Poultry enterprises for the production ofboth broiler and eggs have been established throughout the federation and have made a substantial contribution to urban protein supply. Although many poultry farms have gone into liquidation in recent years, those with efficient management should survive as there is a substantial demand for eggs which cannot be met from present levels of backyard production (Marire, 2010).
History of Poultry Farming
Pigeons, ducks, quails and geese were bred in china more than 3,000 years ago. Chickens, developed from the Asian jungle fowl which were domesticated probably about the same time. In ancient and medieval times in the old world, chickens were raised primarily for cock fighting (Anon, 2011). In the 16th century, chickens were introduced into America from Europe from America. After cockfighting was outlawed in the United States, Canada and Great Britain in the 19th century, poultry fanciers raised chickens for exhibition purposes (Singh, 1976).
The modern poultry industry began in the late 19thcentury in Europe and America as breeders began to stress meat and egg production (Leslie and Nesheim, 1967). Although eggs were artificially incubated in ancient china and Egypt, this method of batching poultry was not used on a commercial scale until the 1870’s. The first college department of poultry husbandry was established in 1901 at the University of Connecticut. Discoveries and inventions relating to the scientific housing, feeding and breeding of poultry led to the rapid expansion of the industry after the 1930’s production and consumption of poultry products increased immensely during world was scare (Anon, 2011).
Systems of Poultry Management
Poultry management is an aspect of poultry production which requires great attention. It determines greatly the level of viability of the industry. Poultry production system entails the level of management of poultry birds.
According to Nwakpu (2008), birds are kept under three major management systems which are;
• Intensive system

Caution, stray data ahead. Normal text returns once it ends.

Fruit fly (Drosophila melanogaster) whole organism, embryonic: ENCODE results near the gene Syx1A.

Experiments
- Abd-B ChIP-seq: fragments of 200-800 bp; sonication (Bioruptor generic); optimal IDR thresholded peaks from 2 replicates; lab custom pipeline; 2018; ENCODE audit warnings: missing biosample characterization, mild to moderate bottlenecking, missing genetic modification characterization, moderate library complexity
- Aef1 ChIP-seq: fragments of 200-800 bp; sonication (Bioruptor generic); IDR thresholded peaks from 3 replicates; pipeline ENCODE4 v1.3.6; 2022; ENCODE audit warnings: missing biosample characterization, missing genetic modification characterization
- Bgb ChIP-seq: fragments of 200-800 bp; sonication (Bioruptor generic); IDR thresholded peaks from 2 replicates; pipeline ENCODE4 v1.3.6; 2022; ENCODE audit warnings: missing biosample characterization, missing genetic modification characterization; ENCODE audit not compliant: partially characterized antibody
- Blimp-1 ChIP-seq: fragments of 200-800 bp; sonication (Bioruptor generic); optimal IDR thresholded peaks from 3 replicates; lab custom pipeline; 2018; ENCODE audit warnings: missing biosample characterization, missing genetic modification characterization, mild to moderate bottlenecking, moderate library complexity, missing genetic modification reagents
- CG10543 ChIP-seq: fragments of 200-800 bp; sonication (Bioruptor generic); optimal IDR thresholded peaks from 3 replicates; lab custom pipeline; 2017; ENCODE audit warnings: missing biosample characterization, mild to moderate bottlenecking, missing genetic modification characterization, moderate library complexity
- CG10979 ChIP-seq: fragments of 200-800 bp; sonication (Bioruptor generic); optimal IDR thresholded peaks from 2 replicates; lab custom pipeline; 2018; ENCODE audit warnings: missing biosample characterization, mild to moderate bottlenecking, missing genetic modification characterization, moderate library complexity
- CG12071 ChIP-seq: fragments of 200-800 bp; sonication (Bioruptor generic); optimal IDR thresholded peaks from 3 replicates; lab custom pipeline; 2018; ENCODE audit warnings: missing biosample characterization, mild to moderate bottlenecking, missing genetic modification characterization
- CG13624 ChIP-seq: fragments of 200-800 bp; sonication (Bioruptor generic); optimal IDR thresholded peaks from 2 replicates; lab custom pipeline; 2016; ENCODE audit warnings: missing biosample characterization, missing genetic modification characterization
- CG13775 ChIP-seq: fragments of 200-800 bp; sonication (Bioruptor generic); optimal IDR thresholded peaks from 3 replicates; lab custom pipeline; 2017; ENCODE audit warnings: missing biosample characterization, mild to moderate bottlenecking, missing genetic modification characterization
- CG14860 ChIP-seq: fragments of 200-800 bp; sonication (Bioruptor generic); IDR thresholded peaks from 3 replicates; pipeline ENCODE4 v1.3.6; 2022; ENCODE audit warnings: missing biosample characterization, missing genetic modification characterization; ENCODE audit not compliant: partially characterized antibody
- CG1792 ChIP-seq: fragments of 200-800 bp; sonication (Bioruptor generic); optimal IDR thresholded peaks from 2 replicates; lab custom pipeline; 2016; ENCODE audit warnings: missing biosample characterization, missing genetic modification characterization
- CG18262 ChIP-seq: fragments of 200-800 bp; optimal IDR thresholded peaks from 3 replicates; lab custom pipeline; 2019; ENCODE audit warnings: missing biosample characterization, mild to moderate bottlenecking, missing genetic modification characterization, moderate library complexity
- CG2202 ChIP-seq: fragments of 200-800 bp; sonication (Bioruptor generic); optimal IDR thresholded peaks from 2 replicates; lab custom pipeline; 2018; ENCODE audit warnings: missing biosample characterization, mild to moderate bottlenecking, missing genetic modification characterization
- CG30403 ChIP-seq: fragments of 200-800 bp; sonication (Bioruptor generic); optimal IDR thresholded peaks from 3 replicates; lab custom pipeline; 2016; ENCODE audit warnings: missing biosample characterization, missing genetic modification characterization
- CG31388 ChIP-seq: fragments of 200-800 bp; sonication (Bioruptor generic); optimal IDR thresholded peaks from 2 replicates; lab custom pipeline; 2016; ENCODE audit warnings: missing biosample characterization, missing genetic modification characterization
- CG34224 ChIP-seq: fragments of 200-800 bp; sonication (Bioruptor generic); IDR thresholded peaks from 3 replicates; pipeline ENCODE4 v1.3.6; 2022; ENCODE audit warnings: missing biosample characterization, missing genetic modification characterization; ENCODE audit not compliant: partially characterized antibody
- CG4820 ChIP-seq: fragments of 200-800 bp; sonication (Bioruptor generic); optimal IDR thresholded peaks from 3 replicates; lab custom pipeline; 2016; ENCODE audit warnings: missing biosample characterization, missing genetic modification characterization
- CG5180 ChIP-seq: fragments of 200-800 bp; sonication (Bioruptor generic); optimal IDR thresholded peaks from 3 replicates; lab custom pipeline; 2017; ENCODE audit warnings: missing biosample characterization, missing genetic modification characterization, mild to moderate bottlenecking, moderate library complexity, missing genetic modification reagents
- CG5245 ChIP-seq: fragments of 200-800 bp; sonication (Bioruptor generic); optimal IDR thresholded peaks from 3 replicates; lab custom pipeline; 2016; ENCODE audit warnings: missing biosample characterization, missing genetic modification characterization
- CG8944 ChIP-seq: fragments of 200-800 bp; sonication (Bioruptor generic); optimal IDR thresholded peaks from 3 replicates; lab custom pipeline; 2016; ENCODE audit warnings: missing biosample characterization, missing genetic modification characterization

• Semi-intensive system
• Extensive system
Intensive System Management
This is the system which allows for the confinement of birds into a particular housing unit. Birds are given limited space to move about but all nutrient requirements in terms of feed and water are provided the system is divided into two forms
• Battery cage
• Deep cage
This is the system in which birds are kept in a particular cage. The cage made of expanded metals built in a slanting form to allow eggs to roll down. There are opening through which the birds can pass out faces, feed and drink water.
1. The birds conserve their energy because they are confined.
2. Unproductive birds can be identified.
3. Culling is very easy to carry out.
4. It allows for adequate and accurate record keeping.
5. Labour can be conserved.
6. Eggs are not lost to thieves and snakes.
7. Good hygiene can be assured and as such the spread of disease and pest may be reduced.
8. Mass vaccination against diseases is made possible.
1. The spread of diseases can be very fast since animals are kept very close to each other and share the same feeding and watering troughs.
2. There is a high cost in setting up the farm.
3. Fertile eggs cannot be produced and as such there may be reduction in chick production.
4. Since birds have no movement, then balanced diet must be provided or malnutrition may arise.
5. Lack of freedom.
Deep litter system
This system involves the keeping of both male and female poultry birds together. Cages may not be required, but the floor of the house must be concrete and covered with straws, dried grasses or wood shaving which absorbs the water associated with feaces. The roof is made of iron sheets or asbestos. Birds are provided all their needs in terms of water and feeds
1. There is a reduction in loss of eggs to thieves,vermins and snakes.
2. Culling of stick birds can easily be carried out.
3. It maximizes the use of cancel.
4. Labour can also be maximized.
5. Very large stock of birds can be managed.
6. It requires less capital than the battery cage system.
1. The cost of construction of the deep litter house is usually high.
2. Birds tend to waste feed.
3. Vices like cannibalism, peeking, fighting, egg eating, feather fluffing may be very rampant.
4. The spread of disease and pest is very rapid.
5. Eggs may be dirty due to the stains from the litter.
6. It is very difficult to cull unproductive birds since all of them lay their eggs irregularly.
The intensive system of poultry prevents access to pasture unless it is brought to the birds. It also prevents access to sunshine although the pattern of poultry houses in the tropics may allow some entry of sunshine through the sides (Avens, 1985).